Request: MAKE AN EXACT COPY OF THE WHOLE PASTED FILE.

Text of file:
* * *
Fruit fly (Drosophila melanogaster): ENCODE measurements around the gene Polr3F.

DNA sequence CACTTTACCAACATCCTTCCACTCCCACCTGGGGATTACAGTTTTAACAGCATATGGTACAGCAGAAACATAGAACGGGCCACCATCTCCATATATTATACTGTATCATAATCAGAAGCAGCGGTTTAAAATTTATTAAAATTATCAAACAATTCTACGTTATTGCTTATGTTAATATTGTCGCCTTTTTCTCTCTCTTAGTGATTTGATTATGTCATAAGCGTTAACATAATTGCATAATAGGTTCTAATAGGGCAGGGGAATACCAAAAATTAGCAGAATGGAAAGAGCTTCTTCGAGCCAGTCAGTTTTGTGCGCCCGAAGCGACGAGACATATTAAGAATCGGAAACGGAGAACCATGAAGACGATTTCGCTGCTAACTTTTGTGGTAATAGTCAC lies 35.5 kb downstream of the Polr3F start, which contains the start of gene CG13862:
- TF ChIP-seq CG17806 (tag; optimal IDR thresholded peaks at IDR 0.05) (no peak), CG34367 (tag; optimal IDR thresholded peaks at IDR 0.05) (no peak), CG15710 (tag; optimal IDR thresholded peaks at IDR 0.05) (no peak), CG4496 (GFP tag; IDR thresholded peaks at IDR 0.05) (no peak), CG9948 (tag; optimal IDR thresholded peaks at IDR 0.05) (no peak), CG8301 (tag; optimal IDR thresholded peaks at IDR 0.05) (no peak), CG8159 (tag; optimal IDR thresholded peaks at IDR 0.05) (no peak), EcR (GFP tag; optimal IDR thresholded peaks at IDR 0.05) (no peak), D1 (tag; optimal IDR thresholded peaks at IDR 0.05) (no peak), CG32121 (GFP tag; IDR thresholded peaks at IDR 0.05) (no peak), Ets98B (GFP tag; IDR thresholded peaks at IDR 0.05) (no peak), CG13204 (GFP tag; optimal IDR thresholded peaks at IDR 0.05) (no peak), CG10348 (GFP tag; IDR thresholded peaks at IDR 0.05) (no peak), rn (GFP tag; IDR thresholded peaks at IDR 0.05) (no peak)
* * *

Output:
Fruit fly (Drosophila melanogaster): ENCODE measurements around the gene Polr3F.

DNA sequence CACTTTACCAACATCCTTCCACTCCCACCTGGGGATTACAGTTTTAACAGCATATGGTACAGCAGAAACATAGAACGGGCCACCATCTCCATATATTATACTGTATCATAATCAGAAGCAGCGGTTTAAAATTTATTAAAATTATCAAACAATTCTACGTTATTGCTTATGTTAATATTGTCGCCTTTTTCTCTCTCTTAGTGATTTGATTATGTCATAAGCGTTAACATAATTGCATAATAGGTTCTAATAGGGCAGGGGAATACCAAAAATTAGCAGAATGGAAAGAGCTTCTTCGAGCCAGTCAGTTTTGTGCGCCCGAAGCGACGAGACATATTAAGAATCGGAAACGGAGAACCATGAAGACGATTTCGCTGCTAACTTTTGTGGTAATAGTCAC lies 35.5 kb downstream of the Polr3F start, which contains the start of gene CG13862:
- TF ChIP-seq CG17806 (tag; optimal IDR thresholded peaks at IDR 0.05) (no peak), CG34367 (tag; optimal IDR thresholded peaks at IDR 0.05) (no peak), CG15710 (tag; optimal IDR thresholded peaks at IDR 0.05) (no peak), CG4496 (GFP tag; IDR thresholded peaks at IDR 0.05) (no peak), CG9948 (tag; optimal IDR thresholded peaks at IDR 0.05) (no peak), CG8301 (tag; optimal IDR thresholded peaks at IDR 0.05) (no peak), CG8159 (tag; optimal IDR thresholded peaks at IDR 0.05) (no peak), EcR (GFP tag; optimal IDR thresholded peaks at IDR 0.05) (no peak), D1 (tag; optimal IDR thresholded peaks at IDR 0.05) (no peak), CG32121 (GFP tag; IDR thresholded peaks at IDR 0.05) (no peak), Ets98B (GFP tag; IDR thresholded peaks at IDR 0.05) (no peak), CG13204 (GFP tag; optimal IDR thresholded peaks at IDR 0.05) (no peak), CG10348 (GFP tag; IDR thresholded peaks at IDR 0.05) (no peak), rn (GFP tag; IDR thresholded peaks at IDR 0.05) (no peak)